Parachute has been known for its heartfelt, sax-infused pop sound since its 2009 debut “Losing Sleep.”
Now the Virginia-bred band has gone through a facelift, focusing on raw instrumentation and graceful electronic flourishes on its latest release, which is self titled.
“The songs themselves are so much simpler than our previous songs,” says singer Will Anderson. “The way Jacquire King, our producer, did it, everything is so powerful. It’s really sparse. There’s a lot of space and not that much stuff going on, compared to old stuff. In the end, you figure out how to make less stuff sound bigger.”
Anderson says the songs translate well live. The band plays the Crescent Ballroom on June 15.
“We’re in a better spot than we were with our old sound,” he says.
The change in direction, the newly wed Anderson says, was organic. Parachute knew it wanted to evolve sonically for the last three years. The band was referred to King and he “unlocked the new stuff that people hear.”
“He has a reputation for pushing his artists to home in on what he wants to do in an interesting way,” Anderson says. “The change was definitely a conscious decision. We didn’t know what exactly what would come out of it. The way he does things is really refreshing.
“He’s really easy going and really pushed us to let it be. We used to have a very regimented way of recording things, making sure it’s perfect. He was like, ‘Hey, we don’t need to edit it too much. There doesn’t need to have too much shine. We’d just capture the performance and leave it be.”
King was adamant about leaving the human elements into it. Parachute spoke to many producers, including one who specialized in EDM and programming. Parachute wanted to pull the human side through.
“It’s a nice extreme on both ends,” Anderson says. “It’s fun to play a bunch of new songs, instead of the same songs we’ve been playing thousands of times.”
What remains is Parachute’s honest lyrics. Anderson is proud his fans understand their importance.
“I love lyrics,” he says. “What’s nice is our fans have an appreciation for them, too. They’re not lost on them. I really work on lyrics and keep them simple. People get that affirmation from them. It’s worth the time and the effort to refine those lyrics.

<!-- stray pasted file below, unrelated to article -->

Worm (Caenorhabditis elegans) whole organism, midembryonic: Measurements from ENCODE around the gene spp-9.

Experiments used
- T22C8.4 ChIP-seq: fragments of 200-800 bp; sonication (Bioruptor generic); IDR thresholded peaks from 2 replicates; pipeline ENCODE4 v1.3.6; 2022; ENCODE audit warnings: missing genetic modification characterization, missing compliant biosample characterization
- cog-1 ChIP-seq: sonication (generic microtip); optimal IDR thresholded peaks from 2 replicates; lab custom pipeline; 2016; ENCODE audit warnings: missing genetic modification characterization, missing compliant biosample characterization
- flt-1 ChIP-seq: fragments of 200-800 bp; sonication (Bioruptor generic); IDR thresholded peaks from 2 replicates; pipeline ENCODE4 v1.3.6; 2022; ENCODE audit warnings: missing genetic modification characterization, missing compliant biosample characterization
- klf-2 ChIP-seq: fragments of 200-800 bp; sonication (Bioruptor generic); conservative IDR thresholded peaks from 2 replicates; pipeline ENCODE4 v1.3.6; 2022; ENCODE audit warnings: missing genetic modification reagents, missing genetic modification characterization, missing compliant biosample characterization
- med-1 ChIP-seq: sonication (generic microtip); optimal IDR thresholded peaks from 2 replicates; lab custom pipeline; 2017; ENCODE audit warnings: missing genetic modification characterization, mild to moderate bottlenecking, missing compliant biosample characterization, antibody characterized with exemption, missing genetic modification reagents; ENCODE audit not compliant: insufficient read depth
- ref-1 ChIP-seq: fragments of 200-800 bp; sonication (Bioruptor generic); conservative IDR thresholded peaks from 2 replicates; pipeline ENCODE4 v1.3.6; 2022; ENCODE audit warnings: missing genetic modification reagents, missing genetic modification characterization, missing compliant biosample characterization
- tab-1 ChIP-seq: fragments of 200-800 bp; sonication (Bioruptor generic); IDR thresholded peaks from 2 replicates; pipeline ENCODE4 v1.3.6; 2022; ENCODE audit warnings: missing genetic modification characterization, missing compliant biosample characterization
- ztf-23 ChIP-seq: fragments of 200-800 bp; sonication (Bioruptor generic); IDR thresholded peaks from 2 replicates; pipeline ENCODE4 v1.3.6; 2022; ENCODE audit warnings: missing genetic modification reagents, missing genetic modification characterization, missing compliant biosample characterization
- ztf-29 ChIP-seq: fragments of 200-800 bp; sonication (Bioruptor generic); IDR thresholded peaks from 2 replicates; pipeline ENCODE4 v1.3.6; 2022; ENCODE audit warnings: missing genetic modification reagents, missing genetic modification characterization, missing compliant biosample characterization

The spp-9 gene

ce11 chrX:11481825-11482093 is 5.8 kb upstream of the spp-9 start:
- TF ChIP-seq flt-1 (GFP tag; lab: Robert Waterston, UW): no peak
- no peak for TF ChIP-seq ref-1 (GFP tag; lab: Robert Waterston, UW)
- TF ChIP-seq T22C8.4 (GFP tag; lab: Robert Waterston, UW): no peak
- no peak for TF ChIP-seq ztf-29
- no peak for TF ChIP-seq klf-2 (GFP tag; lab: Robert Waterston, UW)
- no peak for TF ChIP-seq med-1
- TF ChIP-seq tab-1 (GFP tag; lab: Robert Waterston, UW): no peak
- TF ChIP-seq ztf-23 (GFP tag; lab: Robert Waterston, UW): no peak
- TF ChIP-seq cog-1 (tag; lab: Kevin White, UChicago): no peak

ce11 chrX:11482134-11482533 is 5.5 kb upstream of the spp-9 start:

“This record is really personal. I did everything myself. It’s nice to know I can hang my hat on it. These lyrics are coming from me, not a roomful of professional writers.”
The first single and opening track was “Young,” with lyrics “After all this growing up/I’m only good at being young.”
“We’d just gotten off the road, and I’d sold all my stuff and moved from Nashville to New York to be near my then-girlfriend, now-wife,” Anderson recalls.
“The song just spilled out of me one day, and it came from a place of feeling terrified of growing up but also wanting to get to the point of feeling more settled in my life, and not so out at sea.”
On the piano-laced “Ocean,” Parachute looks back before Anderson moved to New York. “Had It All” is a song about regret.
“Writing that song, I put myself back in one of those situations from my past where I’d messed up and hurt somebody,” Anderson says. “It’s sort of my big apology into the unknown, a way of getting out what I’d say to them now if I ever got to see them again.”
Parachute w/Billy Raffoul
Crescent Ballroom, 308 N. Second Avenue, Phoenix, 602.716.2222, crescentphx.com, 8 p.m. Saturday, June 15, $24-$36.